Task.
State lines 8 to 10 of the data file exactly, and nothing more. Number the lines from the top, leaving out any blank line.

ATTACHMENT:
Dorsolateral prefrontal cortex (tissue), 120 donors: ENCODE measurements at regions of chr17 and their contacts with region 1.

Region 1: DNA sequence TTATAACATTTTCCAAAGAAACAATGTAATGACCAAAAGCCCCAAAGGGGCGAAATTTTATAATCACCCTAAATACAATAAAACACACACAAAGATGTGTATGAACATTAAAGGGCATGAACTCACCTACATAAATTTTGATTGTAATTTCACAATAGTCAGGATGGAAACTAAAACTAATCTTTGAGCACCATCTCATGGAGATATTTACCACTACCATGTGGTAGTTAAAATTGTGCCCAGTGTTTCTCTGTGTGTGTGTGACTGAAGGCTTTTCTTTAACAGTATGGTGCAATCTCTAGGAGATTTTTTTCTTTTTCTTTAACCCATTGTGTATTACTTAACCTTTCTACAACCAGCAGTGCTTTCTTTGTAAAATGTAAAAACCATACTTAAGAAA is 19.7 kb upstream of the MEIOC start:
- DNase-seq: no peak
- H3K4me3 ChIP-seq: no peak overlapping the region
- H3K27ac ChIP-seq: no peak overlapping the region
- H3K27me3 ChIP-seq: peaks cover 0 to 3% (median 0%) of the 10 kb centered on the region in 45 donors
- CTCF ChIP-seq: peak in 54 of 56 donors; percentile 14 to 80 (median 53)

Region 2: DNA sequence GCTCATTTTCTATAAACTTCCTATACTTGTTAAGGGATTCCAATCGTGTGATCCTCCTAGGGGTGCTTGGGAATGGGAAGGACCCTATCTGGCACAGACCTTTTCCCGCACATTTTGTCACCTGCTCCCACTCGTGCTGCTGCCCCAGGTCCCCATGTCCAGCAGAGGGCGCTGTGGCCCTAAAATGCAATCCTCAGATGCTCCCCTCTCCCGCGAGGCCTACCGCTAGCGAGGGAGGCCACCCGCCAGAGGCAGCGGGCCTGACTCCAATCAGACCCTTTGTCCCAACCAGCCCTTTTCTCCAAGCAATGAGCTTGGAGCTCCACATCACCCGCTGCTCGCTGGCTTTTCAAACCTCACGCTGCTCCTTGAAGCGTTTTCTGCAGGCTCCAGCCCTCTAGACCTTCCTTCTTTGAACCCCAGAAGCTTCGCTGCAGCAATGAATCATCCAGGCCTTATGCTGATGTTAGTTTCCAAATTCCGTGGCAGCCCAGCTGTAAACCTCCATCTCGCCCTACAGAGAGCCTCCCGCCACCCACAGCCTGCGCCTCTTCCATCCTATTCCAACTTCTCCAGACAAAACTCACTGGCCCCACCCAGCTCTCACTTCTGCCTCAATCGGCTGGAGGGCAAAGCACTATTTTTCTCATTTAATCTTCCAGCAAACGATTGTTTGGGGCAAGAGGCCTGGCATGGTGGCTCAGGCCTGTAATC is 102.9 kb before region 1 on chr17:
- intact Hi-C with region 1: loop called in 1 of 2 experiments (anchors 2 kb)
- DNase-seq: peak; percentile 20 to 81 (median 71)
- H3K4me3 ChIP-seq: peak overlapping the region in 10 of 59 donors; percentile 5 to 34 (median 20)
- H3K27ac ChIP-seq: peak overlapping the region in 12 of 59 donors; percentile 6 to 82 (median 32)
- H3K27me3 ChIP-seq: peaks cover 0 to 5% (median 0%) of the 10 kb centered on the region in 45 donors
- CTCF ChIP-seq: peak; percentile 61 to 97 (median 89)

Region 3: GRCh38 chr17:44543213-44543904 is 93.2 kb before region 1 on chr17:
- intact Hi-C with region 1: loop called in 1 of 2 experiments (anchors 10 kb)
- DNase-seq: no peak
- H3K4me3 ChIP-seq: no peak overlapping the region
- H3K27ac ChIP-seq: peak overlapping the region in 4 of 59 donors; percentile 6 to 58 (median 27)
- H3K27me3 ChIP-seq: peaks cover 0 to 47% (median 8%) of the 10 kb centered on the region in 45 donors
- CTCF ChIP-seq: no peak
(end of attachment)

Region 2: DNA sequence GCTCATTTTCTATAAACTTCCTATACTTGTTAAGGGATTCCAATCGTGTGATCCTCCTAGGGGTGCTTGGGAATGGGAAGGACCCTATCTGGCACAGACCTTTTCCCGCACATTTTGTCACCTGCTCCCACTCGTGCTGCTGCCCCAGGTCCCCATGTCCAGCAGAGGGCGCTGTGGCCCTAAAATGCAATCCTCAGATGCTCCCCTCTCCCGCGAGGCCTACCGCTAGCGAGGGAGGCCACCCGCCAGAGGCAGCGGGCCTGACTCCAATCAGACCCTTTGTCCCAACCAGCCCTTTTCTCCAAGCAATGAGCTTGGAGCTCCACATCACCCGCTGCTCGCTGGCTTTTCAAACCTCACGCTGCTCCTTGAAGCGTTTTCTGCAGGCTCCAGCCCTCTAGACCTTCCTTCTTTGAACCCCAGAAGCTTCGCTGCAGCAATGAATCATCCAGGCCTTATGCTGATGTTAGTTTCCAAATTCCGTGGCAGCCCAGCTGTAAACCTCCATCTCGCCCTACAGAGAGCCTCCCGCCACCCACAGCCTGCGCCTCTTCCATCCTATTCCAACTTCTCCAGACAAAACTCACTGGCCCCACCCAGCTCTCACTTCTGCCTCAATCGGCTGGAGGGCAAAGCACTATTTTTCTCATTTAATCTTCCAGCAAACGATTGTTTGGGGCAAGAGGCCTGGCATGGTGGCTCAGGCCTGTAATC is 102.9 kb before region 1 on chr17:
- intact Hi-C with region 1: loop called in 1 of 2 experiments (anchors 2 kb)
- DNase-seq: peak; percentile 20 to 81 (median 71)